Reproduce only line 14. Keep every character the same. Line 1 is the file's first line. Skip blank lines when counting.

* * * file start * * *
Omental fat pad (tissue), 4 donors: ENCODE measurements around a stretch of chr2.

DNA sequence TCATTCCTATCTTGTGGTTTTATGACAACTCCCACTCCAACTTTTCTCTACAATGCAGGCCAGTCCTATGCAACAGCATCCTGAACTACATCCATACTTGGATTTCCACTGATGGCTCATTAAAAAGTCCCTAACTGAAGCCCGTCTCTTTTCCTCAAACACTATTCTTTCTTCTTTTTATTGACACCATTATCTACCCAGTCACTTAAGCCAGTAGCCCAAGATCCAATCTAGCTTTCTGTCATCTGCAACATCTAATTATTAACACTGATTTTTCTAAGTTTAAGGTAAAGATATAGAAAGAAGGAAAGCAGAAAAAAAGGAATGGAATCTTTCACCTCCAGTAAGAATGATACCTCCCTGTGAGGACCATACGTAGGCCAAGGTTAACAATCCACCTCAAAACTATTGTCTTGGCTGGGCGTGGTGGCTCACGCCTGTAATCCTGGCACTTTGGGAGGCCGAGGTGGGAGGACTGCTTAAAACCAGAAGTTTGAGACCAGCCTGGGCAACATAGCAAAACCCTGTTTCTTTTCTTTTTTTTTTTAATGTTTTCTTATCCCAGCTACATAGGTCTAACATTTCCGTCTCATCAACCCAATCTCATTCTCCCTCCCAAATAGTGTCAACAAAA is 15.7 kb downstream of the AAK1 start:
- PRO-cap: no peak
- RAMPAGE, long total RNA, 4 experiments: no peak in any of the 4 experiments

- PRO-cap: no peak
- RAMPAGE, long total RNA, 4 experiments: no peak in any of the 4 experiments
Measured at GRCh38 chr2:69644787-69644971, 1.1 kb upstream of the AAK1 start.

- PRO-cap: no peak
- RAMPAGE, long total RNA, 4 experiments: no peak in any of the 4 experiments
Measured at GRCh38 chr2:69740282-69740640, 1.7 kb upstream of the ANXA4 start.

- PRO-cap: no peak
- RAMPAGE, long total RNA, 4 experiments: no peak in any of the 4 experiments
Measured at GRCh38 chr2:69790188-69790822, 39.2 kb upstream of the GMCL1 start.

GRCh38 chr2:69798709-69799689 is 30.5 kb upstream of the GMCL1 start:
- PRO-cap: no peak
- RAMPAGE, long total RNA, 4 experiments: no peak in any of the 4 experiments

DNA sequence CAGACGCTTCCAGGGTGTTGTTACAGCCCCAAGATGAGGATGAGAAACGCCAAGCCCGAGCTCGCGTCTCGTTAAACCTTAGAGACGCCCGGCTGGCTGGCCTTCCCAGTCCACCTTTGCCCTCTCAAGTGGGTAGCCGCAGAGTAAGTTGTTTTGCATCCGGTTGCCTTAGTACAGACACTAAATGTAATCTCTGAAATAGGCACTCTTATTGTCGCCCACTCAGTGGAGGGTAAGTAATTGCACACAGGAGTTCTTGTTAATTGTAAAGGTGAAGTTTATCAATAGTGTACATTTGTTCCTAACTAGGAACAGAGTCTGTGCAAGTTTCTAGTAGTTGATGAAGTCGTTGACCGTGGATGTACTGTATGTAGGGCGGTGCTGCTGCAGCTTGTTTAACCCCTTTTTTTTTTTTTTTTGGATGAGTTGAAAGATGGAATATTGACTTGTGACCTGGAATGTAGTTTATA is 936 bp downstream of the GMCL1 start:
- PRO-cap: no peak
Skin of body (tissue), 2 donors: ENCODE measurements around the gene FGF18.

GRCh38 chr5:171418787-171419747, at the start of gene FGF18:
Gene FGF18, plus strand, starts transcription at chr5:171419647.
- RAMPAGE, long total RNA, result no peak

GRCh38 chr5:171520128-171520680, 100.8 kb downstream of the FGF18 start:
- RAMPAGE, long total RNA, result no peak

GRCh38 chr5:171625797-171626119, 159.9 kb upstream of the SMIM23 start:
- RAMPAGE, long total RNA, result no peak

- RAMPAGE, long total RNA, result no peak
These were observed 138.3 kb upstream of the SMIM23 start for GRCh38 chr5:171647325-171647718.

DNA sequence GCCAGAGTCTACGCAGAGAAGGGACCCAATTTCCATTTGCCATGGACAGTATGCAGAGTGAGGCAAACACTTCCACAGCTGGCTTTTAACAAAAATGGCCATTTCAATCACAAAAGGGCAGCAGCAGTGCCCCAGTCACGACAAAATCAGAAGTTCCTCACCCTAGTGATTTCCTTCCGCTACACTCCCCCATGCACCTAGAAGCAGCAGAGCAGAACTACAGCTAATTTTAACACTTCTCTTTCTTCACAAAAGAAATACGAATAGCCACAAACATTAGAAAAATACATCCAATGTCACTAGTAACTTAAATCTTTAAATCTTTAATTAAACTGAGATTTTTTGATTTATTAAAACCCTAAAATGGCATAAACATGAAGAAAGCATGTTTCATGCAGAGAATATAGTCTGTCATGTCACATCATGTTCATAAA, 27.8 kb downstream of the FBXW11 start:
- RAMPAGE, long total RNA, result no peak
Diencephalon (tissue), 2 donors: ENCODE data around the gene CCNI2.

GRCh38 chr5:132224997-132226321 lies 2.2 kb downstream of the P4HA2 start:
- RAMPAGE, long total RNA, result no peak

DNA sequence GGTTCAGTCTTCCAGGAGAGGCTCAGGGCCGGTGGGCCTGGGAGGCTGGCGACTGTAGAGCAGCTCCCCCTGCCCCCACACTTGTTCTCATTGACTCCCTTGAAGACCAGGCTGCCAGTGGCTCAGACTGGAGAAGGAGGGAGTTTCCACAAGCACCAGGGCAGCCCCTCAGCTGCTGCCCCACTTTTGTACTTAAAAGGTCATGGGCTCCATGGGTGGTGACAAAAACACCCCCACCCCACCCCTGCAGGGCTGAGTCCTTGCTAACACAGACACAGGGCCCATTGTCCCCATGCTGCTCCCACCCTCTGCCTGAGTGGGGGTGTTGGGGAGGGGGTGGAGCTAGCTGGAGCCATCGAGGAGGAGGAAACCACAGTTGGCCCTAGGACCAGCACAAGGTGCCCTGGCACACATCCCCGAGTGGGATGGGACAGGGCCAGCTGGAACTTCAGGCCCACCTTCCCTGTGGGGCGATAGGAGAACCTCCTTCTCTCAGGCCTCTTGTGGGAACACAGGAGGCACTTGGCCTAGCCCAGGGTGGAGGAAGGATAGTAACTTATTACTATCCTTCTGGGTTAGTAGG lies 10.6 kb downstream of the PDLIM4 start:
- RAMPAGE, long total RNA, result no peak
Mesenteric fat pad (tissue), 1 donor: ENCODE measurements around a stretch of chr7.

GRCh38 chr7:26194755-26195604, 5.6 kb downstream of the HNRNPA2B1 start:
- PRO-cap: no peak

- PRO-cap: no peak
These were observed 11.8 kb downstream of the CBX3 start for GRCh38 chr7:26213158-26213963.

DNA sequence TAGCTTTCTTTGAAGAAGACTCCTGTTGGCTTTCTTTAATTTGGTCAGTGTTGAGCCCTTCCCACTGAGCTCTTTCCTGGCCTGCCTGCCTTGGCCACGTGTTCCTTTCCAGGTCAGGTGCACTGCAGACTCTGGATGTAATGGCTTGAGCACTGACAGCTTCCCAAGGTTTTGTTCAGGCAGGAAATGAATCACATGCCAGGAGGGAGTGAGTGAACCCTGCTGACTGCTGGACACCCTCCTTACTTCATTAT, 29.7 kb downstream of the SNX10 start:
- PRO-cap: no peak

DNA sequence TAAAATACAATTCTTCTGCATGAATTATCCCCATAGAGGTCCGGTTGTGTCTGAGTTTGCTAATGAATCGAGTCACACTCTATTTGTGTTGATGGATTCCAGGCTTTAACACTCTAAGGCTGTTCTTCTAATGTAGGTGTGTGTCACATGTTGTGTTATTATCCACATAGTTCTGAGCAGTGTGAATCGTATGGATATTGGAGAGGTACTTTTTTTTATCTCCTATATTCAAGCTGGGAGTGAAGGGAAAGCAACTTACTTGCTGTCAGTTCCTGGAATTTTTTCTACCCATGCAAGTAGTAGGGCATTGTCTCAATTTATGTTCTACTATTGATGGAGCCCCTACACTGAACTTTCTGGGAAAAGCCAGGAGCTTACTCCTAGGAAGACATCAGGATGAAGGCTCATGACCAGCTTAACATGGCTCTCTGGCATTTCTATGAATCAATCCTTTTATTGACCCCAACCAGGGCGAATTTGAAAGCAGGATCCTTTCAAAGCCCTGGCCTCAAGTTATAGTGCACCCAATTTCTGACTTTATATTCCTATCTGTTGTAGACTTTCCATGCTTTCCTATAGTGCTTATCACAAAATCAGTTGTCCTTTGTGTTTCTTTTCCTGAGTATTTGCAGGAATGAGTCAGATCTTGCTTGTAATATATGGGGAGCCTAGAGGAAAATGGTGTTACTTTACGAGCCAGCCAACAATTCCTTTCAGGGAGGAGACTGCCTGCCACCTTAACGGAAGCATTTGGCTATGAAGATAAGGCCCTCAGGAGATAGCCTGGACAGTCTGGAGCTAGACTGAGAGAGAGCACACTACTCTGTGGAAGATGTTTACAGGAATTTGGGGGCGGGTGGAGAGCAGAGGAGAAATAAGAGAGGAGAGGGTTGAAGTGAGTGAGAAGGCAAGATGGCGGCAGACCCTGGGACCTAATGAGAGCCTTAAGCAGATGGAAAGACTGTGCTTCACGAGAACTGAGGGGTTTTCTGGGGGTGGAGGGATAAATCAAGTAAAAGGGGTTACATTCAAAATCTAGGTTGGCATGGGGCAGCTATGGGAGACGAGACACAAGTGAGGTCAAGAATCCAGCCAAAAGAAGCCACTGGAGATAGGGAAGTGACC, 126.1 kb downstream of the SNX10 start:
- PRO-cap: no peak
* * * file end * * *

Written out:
GRCh38 chr2:69798709-69799689 is 30.5 kb upstream of the GMCL1 start: